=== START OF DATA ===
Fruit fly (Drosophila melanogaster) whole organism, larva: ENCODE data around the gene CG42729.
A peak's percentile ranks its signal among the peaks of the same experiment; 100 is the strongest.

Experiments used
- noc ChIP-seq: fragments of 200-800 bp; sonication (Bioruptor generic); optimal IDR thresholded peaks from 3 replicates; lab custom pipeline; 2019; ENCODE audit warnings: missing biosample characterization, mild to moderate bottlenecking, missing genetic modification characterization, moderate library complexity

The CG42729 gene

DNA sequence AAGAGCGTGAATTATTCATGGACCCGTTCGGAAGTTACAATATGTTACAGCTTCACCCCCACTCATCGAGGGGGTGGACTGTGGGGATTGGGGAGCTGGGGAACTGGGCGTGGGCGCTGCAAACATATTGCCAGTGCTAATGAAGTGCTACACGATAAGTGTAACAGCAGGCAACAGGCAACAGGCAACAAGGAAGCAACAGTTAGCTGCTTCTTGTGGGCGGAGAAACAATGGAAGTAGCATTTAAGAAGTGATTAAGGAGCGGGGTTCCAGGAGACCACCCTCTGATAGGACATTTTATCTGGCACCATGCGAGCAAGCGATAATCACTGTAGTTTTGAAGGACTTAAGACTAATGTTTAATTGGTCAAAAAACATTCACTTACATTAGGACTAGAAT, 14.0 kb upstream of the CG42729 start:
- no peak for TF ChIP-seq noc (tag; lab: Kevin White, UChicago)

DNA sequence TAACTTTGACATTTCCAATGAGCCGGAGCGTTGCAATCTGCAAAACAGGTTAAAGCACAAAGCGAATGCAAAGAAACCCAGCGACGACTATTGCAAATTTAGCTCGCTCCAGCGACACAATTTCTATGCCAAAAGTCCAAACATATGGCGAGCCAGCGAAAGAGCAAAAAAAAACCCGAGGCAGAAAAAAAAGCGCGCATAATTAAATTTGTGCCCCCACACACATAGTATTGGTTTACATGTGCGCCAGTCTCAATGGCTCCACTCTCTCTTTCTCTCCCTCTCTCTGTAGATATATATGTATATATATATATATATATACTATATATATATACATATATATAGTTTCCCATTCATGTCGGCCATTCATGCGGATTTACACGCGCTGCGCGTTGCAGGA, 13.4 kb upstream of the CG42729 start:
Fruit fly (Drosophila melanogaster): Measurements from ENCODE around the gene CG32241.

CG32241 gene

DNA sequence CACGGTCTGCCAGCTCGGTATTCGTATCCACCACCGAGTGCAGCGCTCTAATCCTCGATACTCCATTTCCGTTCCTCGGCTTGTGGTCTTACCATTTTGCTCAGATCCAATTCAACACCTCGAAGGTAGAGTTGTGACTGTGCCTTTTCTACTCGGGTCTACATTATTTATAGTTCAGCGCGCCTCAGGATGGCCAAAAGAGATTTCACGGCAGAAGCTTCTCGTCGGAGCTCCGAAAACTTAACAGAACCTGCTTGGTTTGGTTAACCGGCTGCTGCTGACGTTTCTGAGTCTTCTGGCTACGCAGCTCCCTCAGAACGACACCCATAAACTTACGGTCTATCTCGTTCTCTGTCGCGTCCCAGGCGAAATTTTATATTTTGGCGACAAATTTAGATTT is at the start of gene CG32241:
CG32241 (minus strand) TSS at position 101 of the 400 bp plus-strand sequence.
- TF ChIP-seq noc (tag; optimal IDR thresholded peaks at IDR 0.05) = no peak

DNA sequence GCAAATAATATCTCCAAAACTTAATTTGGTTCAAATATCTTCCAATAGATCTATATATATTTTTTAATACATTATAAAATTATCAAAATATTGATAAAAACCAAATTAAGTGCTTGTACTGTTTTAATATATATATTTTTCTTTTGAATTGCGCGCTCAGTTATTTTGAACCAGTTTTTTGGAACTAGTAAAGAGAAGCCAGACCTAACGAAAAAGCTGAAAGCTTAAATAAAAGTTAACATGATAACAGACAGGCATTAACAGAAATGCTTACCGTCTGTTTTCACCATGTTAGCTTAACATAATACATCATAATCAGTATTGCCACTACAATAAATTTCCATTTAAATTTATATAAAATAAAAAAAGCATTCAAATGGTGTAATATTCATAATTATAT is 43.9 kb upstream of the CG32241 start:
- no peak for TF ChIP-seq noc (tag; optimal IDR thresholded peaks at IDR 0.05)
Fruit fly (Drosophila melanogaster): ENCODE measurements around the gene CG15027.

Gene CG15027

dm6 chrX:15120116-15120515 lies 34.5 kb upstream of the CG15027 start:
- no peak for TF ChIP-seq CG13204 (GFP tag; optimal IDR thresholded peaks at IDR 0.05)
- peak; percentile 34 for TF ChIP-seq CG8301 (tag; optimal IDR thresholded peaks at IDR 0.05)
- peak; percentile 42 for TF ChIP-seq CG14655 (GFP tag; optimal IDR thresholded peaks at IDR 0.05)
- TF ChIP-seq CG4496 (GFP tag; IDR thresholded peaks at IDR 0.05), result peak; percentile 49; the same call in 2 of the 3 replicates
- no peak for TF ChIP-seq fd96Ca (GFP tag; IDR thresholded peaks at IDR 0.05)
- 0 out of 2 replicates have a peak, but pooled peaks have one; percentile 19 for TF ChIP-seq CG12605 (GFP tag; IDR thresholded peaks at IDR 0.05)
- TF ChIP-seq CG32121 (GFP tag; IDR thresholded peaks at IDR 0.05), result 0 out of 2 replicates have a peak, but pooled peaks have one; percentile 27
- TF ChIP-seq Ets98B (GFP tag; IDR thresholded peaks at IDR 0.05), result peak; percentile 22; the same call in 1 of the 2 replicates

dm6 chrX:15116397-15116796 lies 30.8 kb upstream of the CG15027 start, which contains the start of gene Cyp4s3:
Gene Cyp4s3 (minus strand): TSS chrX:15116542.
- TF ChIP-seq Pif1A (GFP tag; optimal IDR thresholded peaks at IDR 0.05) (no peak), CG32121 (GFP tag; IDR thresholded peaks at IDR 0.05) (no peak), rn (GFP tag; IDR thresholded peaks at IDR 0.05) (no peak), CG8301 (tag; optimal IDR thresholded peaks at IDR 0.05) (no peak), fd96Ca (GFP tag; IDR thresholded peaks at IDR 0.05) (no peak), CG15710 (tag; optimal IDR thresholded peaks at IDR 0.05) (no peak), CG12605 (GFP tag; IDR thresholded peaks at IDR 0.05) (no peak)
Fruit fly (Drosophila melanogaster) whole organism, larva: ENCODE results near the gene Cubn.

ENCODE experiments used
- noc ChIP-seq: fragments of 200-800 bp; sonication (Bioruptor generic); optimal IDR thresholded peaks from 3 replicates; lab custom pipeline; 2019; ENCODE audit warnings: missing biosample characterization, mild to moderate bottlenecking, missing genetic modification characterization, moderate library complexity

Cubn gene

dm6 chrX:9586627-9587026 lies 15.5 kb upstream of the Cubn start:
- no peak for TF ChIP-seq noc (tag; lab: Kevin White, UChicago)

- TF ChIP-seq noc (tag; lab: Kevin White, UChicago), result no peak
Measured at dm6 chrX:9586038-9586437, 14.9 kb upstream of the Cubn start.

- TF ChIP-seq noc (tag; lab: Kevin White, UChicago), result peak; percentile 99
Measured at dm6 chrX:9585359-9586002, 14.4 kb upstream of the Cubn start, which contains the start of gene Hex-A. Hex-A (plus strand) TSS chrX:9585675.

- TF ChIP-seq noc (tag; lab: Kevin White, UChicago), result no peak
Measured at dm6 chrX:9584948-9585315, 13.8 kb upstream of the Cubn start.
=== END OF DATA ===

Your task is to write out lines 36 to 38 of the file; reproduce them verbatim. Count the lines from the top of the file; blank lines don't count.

- TF ChIP-seq noc (tag; lab: Kevin White, UChicago), result no peak
Measured at dm6 chrX:9586038-9586437, 14.9 kb upstream of the Cubn start.

- TF ChIP-seq noc (tag; lab: Kevin White, UChicago), result peak; percentile 99